By the time Georgia O'Keeffe died in 1986, she had long since become the "grande dame" of American art. In part, she owed that distinction to her longevity and the elegant austerity of her physical presence. It also stemmed from her marriage to photographer Alfred Stieglitz, who had played such a central role in the advent of modernism in this country. Above all, though, she owed her ascendance to the quality of her own work. While embracing modernism early on, she was never a mere imitator of other avant-garde artists. Instead, her compositions, which drew much of their inspiration from the desert landscape around her home in New Mexico, were strictly her own, and she is widely recognized as one of the most original painters of her era.
George Inness, born Newburgh, NY 1825-died Bridge of Allan, Scotland 1894
oil on wood
17 7/8 x 24 in. (45.3 x 61.0 cm.)
Figure(s) in exterior
Smithsonian American Art Museum, Gift of William T. Evans
George Inness was influenced by nineteenth-century French landscape painters, who emphasized quiet, intimate views of nature such as forest interiors or meadows. The clearing through the tall trees in this image invites us to join the group of figures, who are enjoying the shade of the forest. The rich colors and soft shapes evoke the muffled sounds created by a thick carpet of pine needles.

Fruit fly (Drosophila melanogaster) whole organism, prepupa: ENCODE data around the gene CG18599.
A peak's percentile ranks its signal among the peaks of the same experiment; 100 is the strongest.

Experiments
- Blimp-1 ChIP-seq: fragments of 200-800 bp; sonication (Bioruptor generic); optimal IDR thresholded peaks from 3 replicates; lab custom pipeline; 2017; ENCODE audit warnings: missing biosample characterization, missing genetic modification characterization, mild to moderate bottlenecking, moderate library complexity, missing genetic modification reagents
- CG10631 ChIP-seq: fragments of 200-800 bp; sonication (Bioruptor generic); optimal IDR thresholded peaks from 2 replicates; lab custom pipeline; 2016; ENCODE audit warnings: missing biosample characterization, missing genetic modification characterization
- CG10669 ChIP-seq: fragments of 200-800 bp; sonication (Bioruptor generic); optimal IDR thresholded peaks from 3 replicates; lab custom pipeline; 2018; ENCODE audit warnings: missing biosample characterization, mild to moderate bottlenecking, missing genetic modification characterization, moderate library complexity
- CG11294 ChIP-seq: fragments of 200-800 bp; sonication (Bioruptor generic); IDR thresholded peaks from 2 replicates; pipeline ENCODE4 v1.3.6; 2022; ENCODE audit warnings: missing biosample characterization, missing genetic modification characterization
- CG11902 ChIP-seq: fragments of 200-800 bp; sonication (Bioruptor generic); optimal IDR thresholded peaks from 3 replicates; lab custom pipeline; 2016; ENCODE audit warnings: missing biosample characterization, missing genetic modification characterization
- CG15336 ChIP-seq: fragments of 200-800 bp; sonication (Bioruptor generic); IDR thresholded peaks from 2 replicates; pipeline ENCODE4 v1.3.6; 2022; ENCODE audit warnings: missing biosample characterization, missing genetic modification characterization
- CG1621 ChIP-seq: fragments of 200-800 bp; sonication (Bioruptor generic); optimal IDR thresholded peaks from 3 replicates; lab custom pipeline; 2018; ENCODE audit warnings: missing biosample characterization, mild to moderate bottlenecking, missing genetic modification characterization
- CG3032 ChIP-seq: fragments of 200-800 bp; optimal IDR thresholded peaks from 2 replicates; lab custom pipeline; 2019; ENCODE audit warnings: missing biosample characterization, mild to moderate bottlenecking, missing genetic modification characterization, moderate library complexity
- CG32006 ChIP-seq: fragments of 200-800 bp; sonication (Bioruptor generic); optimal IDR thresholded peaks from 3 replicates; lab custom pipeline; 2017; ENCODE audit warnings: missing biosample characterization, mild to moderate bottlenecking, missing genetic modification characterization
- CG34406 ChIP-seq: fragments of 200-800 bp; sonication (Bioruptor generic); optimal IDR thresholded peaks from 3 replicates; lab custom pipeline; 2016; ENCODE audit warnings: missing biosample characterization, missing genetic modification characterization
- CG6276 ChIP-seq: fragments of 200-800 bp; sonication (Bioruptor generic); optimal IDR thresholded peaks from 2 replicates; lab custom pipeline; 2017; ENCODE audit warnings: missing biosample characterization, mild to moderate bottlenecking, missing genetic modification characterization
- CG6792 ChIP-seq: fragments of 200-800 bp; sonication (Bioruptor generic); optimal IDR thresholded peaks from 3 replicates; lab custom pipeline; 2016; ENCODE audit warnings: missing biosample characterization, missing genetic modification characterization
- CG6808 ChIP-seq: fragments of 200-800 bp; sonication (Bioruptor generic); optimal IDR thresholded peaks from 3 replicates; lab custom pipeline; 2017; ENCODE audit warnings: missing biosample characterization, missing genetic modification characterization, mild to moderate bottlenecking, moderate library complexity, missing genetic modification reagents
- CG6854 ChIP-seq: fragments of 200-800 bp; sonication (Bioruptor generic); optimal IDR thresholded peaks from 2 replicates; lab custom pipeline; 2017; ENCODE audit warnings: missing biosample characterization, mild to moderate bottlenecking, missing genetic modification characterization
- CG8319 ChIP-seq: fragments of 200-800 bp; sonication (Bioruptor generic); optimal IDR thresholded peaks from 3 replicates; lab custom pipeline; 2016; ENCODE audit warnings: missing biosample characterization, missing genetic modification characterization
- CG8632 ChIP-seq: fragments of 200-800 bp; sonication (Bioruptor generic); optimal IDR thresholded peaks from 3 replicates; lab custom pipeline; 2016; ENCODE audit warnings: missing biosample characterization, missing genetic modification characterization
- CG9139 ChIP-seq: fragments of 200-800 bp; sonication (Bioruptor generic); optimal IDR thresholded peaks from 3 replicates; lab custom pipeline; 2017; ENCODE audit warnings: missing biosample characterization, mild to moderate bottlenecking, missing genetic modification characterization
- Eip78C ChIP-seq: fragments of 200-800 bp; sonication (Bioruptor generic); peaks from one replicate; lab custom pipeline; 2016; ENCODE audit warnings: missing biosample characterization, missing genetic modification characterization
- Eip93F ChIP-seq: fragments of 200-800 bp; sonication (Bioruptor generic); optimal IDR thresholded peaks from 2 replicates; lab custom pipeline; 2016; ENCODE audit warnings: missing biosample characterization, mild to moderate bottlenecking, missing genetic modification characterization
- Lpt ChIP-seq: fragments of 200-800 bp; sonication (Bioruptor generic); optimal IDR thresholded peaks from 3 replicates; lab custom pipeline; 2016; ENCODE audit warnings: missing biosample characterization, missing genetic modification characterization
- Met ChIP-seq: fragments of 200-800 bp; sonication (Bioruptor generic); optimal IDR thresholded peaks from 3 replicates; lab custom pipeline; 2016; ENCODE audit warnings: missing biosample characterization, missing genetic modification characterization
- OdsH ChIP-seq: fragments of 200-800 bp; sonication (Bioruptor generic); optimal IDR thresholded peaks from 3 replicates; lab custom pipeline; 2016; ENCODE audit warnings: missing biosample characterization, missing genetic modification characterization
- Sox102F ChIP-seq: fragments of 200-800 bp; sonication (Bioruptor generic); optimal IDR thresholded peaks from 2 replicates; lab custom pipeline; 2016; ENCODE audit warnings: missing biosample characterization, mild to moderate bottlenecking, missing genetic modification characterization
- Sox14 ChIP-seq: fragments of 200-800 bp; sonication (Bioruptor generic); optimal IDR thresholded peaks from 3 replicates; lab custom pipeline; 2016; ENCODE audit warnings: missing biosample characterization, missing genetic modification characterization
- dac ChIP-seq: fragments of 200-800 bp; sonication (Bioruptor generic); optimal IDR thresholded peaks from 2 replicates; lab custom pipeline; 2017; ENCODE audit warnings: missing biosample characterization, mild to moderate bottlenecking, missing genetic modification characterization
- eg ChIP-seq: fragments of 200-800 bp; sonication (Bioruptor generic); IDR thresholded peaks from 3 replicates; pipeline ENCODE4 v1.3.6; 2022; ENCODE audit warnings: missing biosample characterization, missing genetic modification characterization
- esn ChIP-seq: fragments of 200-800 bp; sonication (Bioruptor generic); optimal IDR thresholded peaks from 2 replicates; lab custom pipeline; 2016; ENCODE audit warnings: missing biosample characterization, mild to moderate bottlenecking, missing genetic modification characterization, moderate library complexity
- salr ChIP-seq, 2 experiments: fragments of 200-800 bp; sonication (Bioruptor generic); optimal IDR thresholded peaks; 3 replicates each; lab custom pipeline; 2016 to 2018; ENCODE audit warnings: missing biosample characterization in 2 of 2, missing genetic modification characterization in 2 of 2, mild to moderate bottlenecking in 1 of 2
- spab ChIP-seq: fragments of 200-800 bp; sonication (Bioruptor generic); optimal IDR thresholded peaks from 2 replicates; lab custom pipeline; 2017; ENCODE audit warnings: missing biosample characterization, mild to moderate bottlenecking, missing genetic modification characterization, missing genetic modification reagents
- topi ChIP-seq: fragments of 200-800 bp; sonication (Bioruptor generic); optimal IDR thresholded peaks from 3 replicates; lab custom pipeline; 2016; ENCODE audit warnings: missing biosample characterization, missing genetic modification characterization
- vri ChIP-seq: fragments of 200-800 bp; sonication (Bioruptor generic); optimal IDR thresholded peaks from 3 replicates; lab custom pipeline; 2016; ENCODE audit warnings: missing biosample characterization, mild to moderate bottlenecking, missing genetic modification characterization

"Every thing in nature has something to say to us." George Inness, "A Painter on Painting," Harper's New Monthly Magazine, February 1878, reprinted in Quick, George Inness, 1985
Smithsonian American Art Museum, Gift of the artist
In April 1999, Jesús Moroles brought the unfinished Georgia Stele to the Smithsonian American Art Museum. He uncovered the sculpture and began to hammer stone chips off of the top, encouraging visitors to join in. Moroles then removed a few more and declared the piece finished, stating that if another chip were removed the sculpture would be a total loss and could never be repaired. This unexpected performance demonstrated Moroles's belief that sculptures are sacred objects that should belong to all people, and not just the artist or a museum. Nevertheless, he claimed creative ownership over the work by declaring that the work was done and could no longer be altered.